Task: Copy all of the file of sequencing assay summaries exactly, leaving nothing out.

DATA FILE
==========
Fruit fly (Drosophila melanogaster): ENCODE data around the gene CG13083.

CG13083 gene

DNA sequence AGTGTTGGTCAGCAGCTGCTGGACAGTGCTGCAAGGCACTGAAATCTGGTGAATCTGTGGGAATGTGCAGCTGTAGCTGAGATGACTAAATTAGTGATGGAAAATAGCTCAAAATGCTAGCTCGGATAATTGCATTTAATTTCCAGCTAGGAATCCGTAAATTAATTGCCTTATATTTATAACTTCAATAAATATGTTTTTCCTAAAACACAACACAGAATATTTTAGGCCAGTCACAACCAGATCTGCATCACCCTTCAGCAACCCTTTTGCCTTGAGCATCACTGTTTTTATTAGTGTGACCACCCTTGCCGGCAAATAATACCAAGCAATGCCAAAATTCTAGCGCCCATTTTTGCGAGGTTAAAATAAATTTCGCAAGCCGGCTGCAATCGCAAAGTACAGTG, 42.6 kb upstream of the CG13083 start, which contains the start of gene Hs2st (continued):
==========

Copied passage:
Fruit fly (Drosophila melanogaster): ENCODE data around the gene CG13083.

CG13083 gene

DNA sequence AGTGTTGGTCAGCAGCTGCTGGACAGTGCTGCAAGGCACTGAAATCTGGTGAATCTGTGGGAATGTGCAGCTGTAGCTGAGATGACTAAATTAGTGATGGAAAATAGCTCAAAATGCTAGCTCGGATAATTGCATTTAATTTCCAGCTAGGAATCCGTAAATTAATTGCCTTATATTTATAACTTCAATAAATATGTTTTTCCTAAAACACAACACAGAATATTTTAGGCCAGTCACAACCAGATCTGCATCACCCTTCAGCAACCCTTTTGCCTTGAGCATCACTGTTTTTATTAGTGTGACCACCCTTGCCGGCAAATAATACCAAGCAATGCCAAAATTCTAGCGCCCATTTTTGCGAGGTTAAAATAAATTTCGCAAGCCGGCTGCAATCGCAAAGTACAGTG, 42.6 kb upstream of the CG13083 start, which contains the start of gene Hs2st (continued):